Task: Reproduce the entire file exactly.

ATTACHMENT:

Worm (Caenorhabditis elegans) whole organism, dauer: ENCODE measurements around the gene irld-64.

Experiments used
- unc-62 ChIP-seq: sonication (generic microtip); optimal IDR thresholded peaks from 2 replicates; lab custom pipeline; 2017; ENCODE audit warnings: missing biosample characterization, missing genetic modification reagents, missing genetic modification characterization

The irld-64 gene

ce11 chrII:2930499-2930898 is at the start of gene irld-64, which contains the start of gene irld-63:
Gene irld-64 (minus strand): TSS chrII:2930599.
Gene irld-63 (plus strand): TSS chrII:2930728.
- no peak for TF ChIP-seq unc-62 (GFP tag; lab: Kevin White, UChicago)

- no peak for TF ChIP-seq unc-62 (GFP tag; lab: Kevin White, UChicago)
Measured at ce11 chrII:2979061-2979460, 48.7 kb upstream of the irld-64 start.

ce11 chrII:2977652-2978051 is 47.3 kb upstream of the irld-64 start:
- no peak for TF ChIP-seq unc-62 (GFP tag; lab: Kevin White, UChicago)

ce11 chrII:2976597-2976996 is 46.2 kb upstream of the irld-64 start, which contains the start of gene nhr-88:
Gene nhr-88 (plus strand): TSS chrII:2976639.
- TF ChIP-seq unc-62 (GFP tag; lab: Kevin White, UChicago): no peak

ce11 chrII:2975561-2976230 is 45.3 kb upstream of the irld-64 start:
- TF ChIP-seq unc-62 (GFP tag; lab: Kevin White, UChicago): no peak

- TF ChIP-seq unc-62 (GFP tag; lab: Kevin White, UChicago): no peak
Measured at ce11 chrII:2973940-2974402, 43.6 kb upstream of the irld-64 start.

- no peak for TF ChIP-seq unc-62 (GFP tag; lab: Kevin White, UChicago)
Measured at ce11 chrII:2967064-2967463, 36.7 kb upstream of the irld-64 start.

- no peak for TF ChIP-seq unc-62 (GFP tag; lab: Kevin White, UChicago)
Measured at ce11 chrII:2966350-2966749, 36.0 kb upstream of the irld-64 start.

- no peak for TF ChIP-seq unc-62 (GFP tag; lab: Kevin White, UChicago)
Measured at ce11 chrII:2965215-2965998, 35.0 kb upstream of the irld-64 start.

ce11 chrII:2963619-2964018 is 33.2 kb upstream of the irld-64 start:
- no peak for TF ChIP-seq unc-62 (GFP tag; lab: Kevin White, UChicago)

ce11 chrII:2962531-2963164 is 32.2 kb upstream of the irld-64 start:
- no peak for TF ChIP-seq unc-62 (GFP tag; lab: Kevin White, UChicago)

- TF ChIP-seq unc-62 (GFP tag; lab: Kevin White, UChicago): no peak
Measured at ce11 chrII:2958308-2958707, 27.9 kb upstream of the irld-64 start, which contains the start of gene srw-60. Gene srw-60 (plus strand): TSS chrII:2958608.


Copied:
Worm (Caenorhabditis elegans) whole organism, dauer: ENCODE measurements around the gene irld-64.

Experiments used
- unc-62 ChIP-seq: sonication (generic microtip); optimal IDR thresholded peaks from 2 replicates; lab custom pipeline; 2017; ENCODE audit warnings: missing biosample characterization, missing genetic modification reagents, missing genetic modification characterization

The irld-64 gene

ce11 chrII:2930499-2930898 is at the start of gene irld-64, which contains the start of gene irld-63:
Gene irld-64 (minus strand): TSS chrII:2930599.
Gene irld-63 (plus strand): TSS chrII:2930728.
- no peak for TF ChIP-seq unc-62 (GFP tag; lab: Kevin White, UChicago)

- no peak for TF ChIP-seq unc-62 (GFP tag; lab: Kevin White, UChicago)
Measured at ce11 chrII:2979061-2979460, 48.7 kb upstream of the irld-64 start.

ce11 chrII:2977652-2978051 is 47.3 kb upstream of the irld-64 start:
- no peak for TF ChIP-seq unc-62 (GFP tag; lab: Kevin White, UChicago)

ce11 chrII:2976597-2976996 is 46.2 kb upstream of the irld-64 start, which contains the start of gene nhr-88:
Gene nhr-88 (plus strand): TSS chrII:2976639.
- TF ChIP-seq unc-62 (GFP tag; lab: Kevin White, UChicago): no peak

ce11 chrII:2975561-2976230 is 45.3 kb upstream of the irld-64 start:
- TF ChIP-seq unc-62 (GFP tag; lab: Kevin White, UChicago): no peak

- TF ChIP-seq unc-62 (GFP tag; lab: Kevin White, UChicago): no peak
Measured at ce11 chrII:2973940-2974402, 43.6 kb upstream of the irld-64 start.

- no peak for TF ChIP-seq unc-62 (GFP tag; lab: Kevin White, UChicago)
Measured at ce11 chrII:2967064-2967463, 36.7 kb upstream of the irld-64 start.

- no peak for TF ChIP-seq unc-62 (GFP tag; lab: Kevin White, UChicago)
Measured at ce11 chrII:2966350-2966749, 36.0 kb upstream of the irld-64 start.

- no peak for TF ChIP-seq unc-62 (GFP tag; lab: Kevin White, UChicago)
Measured at ce11 chrII:2965215-2965998, 35.0 kb upstream of the irld-64 start.

ce11 chrII:2963619-2964018 is 33.2 kb upstream of the irld-64 start:
- no peak for TF ChIP-seq unc-62 (GFP tag; lab: Kevin White, UChicago)

ce11 chrII:2962531-2963164 is 32.2 kb upstream of the irld-64 start:
- no peak for TF ChIP-seq unc-62 (GFP tag; lab: Kevin White, UChicago)

- TF ChIP-seq unc-62 (GFP tag; lab: Kevin White, UChicago): no peak
Measured at ce11 chrII:2958308-2958707, 27.9 kb upstream of the irld-64 start, which contains the start of gene srw-60. Gene srw-60 (plus strand): TSS chrII:2958608.